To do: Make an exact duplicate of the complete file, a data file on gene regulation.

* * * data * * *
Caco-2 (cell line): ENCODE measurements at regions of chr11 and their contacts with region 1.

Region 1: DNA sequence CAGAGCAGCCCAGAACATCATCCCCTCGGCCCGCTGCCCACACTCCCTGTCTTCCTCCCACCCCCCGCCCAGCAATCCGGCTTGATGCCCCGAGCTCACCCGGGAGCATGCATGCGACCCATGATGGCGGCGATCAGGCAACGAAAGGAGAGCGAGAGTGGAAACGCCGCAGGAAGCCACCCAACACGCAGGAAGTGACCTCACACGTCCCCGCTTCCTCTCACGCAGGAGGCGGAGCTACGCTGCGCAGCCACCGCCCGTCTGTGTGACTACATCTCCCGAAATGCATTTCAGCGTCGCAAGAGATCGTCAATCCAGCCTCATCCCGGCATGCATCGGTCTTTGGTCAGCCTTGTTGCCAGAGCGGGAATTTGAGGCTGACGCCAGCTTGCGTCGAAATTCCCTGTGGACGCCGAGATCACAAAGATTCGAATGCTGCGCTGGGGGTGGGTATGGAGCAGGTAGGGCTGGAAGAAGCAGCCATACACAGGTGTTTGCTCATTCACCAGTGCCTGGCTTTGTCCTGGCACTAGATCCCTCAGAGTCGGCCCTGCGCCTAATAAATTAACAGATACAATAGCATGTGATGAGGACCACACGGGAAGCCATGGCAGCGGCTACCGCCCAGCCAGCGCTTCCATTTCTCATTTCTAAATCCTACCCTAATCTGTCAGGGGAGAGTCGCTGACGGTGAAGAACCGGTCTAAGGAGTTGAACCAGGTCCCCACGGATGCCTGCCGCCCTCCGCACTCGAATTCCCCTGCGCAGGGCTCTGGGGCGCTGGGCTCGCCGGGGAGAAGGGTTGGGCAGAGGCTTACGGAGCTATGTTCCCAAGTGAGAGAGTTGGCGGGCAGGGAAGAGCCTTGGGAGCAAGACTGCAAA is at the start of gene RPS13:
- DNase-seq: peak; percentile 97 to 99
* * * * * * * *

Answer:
Caco-2 (cell line): ENCODE measurements at regions of chr11 and their contacts with region 1.

Region 1: DNA sequence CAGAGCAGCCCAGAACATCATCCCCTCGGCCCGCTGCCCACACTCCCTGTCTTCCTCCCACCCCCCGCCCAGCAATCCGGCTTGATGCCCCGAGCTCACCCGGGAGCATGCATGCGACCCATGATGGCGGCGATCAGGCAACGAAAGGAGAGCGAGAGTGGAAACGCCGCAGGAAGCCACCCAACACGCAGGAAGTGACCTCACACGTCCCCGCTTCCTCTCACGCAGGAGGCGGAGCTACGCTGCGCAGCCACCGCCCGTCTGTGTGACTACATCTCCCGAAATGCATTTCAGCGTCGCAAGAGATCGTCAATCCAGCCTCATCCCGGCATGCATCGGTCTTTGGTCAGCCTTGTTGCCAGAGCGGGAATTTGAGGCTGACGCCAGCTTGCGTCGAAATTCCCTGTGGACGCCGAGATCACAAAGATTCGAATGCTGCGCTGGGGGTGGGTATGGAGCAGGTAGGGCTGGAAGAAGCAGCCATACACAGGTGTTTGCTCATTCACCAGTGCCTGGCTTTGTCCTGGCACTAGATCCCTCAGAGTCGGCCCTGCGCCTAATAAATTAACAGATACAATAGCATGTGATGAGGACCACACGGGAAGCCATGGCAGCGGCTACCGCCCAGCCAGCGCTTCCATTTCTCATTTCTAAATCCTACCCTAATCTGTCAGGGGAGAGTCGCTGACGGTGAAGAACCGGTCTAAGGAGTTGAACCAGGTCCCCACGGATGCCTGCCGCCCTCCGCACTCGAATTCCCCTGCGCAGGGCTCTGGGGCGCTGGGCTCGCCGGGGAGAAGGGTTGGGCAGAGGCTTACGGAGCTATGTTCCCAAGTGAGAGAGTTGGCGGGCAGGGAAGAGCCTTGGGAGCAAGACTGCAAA is at the start of gene RPS13:
- DNase-seq: peak; percentile 97 to 99